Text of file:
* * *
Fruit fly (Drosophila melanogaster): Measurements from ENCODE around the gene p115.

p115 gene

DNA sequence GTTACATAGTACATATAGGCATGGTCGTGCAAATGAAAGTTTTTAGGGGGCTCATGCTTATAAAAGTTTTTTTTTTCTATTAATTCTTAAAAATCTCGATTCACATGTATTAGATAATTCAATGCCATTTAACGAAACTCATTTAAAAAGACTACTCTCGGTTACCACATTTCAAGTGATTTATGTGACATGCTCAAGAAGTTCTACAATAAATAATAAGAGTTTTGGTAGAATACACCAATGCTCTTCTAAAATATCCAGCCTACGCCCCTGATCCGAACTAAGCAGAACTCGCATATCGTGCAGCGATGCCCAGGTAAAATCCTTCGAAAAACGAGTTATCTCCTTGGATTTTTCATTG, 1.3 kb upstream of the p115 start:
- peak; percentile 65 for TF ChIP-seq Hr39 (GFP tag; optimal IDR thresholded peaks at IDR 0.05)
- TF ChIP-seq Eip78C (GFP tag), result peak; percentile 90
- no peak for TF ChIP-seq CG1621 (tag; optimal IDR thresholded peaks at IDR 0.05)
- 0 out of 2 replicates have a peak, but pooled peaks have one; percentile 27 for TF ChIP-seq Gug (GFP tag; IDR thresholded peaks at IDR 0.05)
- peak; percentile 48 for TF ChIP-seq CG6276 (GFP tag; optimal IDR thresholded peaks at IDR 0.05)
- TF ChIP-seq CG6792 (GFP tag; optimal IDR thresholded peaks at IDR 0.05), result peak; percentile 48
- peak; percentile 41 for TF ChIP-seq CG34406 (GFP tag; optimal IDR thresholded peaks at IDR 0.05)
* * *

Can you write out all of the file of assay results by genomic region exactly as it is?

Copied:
Fruit fly (Drosophila melanogaster): Measurements from ENCODE around the gene p115.

p115 gene

DNA sequence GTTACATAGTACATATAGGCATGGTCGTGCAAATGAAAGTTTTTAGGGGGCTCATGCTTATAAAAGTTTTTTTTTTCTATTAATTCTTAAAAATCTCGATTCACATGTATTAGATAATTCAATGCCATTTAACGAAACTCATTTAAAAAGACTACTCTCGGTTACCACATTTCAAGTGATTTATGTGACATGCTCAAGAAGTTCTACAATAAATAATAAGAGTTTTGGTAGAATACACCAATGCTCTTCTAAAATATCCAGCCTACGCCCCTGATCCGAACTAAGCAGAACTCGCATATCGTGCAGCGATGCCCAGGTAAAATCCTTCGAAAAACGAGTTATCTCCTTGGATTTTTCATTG, 1.3 kb upstream of the p115 start:
- peak; percentile 65 for TF ChIP-seq Hr39 (GFP tag; optimal IDR thresholded peaks at IDR 0.05)
- TF ChIP-seq Eip78C (GFP tag), result peak; percentile 90
- no peak for TF ChIP-seq CG1621 (tag; optimal IDR thresholded peaks at IDR 0.05)
- 0 out of 2 replicates have a peak, but pooled peaks have one; percentile 27 for TF ChIP-seq Gug (GFP tag; IDR thresholded peaks at IDR 0.05)
- peak; percentile 48 for TF ChIP-seq CG6276 (GFP tag; optimal IDR thresholded peaks at IDR 0.05)
- TF ChIP-seq CG6792 (GFP tag; optimal IDR thresholded peaks at IDR 0.05), result peak; percentile 48
- peak; percentile 41 for TF ChIP-seq CG34406 (GFP tag; optimal IDR thresholded peaks at IDR 0.05)